Techniques In Emma


Jane Austen deliberately and intentionally kept her novels limited to the ordinary day to day lives of rural lower gentry: “3 or 4 families in a Country Village is the very thing to work on” She wrote to her niece, Anna Austen and later to her brother she describes it as“the little bit (two inches wide) of ivory” as the boundaries of her work.  Her fans applaud her for the miniature delicate and exquisite ‘Chinese fidelity’ or bonsai effect produced. Her critics find it limited, confining and parochial. 

Narrative technique

Jane Austen experimented with narrative techniques, variable perspectives, indirect comments, dramatic interplay, nuances of tone, revelatory dialogue and the compelling design of her novels that we can discover her main concerns.

 Austen uses a shifting point of view in her novels.  At times situations are depicted from the composer’s omniscient Olympian perspective and next time from the restricted tunnel vision of one character.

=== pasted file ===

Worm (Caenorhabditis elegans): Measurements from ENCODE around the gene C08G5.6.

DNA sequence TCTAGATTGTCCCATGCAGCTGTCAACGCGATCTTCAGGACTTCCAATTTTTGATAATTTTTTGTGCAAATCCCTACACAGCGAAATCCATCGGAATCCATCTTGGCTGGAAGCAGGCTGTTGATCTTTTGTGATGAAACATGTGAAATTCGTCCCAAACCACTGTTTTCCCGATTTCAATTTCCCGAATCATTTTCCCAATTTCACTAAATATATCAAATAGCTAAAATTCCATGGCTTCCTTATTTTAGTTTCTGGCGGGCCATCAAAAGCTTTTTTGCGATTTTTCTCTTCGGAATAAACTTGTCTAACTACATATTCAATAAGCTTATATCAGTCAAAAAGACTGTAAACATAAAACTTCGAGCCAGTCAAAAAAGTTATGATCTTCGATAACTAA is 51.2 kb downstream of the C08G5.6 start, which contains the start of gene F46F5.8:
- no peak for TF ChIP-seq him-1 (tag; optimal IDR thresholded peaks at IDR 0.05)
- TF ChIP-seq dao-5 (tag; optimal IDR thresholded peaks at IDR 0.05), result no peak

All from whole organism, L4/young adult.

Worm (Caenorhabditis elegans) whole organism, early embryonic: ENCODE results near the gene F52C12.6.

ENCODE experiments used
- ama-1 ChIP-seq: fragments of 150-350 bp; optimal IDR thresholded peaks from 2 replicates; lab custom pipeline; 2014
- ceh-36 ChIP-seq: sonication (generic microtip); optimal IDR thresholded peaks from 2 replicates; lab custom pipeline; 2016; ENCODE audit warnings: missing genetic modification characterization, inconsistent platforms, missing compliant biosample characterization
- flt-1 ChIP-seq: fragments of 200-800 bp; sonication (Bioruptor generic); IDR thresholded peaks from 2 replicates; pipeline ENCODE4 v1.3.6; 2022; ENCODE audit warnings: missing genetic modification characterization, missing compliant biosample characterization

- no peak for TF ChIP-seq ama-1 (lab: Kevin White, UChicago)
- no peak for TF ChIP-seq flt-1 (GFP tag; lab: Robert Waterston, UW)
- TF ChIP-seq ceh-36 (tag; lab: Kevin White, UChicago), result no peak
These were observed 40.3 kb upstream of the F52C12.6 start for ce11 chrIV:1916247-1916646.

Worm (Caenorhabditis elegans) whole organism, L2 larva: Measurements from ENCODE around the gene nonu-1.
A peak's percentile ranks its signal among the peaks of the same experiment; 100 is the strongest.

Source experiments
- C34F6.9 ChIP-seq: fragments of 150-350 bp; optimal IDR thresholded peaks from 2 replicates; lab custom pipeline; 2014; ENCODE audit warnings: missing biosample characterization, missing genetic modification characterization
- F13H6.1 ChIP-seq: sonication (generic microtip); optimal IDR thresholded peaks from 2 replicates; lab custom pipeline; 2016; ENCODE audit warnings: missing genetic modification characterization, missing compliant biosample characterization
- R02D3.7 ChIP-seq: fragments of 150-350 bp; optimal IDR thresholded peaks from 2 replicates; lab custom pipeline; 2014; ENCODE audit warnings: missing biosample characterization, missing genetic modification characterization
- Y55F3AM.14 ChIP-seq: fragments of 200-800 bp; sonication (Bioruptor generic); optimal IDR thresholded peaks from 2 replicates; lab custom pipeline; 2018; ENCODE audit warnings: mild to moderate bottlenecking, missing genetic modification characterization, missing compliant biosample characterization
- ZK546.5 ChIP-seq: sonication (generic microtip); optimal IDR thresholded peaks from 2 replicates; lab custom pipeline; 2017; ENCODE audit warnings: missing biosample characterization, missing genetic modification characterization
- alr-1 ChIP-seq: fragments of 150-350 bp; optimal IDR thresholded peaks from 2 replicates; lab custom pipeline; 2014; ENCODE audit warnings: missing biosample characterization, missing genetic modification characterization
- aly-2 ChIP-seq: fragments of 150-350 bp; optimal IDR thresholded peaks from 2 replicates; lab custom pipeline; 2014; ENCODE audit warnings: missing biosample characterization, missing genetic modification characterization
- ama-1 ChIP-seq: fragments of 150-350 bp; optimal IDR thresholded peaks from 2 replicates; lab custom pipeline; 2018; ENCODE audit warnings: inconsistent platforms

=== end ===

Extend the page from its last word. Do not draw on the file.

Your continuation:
Narrative features:

Voice of: 

1)  Emma 

  1. authorial intrusion,  

  2. Characters through dialogue, letters and actions

Character Revelation:

Characters become alive and distinctive in a variety of ways; either by their actions, their words, their interactions with other characters, their thoughts and rarely by the author’s direct description or comments.   It is her style of language that impressed many of her audience.  The fact that her favorite words were civility, fancying and imprudence, may give us a clue on what she was on about.


Austen sends up many of her characters but the butt of most of the novel is Emma.  (See language of Satire)

*  “The narrative tone, the events that unfold, all speak of satire passing itself off as romance.” *Sara Dowse
Balanced sentences:

Emma (to Harriet) “You are a great deal too necessary at Hartfield, to be spared to Abbey-Mill”.

Knightley to Emma:  “Elton may talk sentimentally, but he will act rationally”.

Direct dialogue:  Chapter 5 Vol 1 – Mr Knightley and Mrs Weston discuss the relationship between Emma and Harriet Smith.  Knightley, openly critical of Emma betrays a sub-conscious interest in her.  Mrs Weston, respectfully counters many of Mr Knightley’s assertions critical of Emma.

**The romantic and personal epistolary language was very different from the simple narration as it give the author licence to give the characters a distinct personal voice. 

“Letter writing is the only device for combining solitude with good company.”


Archaic spelling and diction:


          Emma described as handsome, Elton as pretty.